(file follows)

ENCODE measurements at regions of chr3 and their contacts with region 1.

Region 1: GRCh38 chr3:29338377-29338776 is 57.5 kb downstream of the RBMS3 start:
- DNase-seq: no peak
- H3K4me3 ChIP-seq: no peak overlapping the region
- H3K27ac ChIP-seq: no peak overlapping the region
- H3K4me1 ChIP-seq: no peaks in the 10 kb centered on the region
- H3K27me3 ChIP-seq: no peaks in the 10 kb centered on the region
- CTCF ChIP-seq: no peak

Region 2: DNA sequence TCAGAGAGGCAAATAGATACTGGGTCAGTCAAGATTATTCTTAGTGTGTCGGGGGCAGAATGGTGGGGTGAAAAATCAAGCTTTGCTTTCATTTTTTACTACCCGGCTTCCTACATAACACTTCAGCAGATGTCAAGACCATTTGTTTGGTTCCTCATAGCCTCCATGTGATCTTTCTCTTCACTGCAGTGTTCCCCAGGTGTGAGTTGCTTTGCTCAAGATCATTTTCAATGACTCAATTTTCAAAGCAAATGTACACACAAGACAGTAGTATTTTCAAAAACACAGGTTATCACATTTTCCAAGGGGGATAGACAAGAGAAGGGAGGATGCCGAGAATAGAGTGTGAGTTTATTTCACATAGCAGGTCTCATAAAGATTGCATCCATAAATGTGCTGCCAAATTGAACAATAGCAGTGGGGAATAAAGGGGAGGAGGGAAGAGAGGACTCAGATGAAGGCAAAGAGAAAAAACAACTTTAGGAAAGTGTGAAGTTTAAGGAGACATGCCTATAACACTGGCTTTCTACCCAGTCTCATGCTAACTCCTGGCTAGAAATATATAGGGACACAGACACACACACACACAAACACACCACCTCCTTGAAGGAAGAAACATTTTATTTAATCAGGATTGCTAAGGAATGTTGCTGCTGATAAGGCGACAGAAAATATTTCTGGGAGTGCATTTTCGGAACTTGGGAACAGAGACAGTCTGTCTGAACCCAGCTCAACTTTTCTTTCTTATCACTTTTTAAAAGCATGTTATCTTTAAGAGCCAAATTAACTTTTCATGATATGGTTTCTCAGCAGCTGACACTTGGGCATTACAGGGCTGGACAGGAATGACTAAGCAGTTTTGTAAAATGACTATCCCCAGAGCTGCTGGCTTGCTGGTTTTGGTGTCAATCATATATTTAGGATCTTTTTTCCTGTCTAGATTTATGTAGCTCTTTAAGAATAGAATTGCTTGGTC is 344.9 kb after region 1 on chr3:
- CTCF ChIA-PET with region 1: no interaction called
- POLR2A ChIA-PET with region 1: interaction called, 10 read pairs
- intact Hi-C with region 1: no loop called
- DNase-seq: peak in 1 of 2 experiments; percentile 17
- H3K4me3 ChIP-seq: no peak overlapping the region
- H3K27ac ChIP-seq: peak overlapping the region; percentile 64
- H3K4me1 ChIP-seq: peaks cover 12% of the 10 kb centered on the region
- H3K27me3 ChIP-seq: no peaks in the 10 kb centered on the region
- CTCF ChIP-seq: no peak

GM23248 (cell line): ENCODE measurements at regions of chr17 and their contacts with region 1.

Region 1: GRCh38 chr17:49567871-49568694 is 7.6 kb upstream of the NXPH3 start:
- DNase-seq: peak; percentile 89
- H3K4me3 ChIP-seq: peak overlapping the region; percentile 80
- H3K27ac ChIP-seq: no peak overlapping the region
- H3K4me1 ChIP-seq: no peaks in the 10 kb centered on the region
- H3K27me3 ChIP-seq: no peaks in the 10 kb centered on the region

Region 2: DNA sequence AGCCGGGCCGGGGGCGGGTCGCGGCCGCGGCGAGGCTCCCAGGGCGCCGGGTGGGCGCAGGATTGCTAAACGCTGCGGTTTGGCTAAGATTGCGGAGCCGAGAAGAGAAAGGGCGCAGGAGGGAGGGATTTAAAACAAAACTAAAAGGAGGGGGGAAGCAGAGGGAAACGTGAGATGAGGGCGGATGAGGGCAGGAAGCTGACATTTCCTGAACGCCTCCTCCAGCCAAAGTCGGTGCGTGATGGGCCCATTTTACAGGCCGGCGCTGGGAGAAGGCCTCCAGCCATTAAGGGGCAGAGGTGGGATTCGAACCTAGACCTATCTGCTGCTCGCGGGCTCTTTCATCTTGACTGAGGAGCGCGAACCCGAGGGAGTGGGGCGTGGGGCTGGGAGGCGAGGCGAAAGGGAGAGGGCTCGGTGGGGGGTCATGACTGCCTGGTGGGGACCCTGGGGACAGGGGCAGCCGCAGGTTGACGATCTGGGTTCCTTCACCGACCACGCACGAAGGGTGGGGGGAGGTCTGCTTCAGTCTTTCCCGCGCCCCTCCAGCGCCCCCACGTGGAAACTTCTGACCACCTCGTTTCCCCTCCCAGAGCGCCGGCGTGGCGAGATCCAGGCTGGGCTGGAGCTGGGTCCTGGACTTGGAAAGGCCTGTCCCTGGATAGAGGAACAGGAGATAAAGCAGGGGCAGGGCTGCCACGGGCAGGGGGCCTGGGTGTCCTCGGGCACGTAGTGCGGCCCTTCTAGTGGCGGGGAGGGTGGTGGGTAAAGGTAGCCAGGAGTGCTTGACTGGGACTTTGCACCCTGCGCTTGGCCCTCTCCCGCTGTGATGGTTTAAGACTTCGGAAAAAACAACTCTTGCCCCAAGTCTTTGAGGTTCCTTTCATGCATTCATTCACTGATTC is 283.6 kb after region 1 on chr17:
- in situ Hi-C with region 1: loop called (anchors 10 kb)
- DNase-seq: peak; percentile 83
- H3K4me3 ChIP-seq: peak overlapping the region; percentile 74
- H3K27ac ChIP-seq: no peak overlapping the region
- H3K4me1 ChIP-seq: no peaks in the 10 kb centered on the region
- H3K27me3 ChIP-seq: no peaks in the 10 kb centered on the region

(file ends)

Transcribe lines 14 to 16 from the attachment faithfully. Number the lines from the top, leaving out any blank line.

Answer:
- H3K4me3 ChIP-seq: no peak overlapping the region
- H3K27ac ChIP-seq: peak overlapping the region; percentile 64
- H3K4me1 ChIP-seq: peaks cover 12% of the 10 kb centered on the region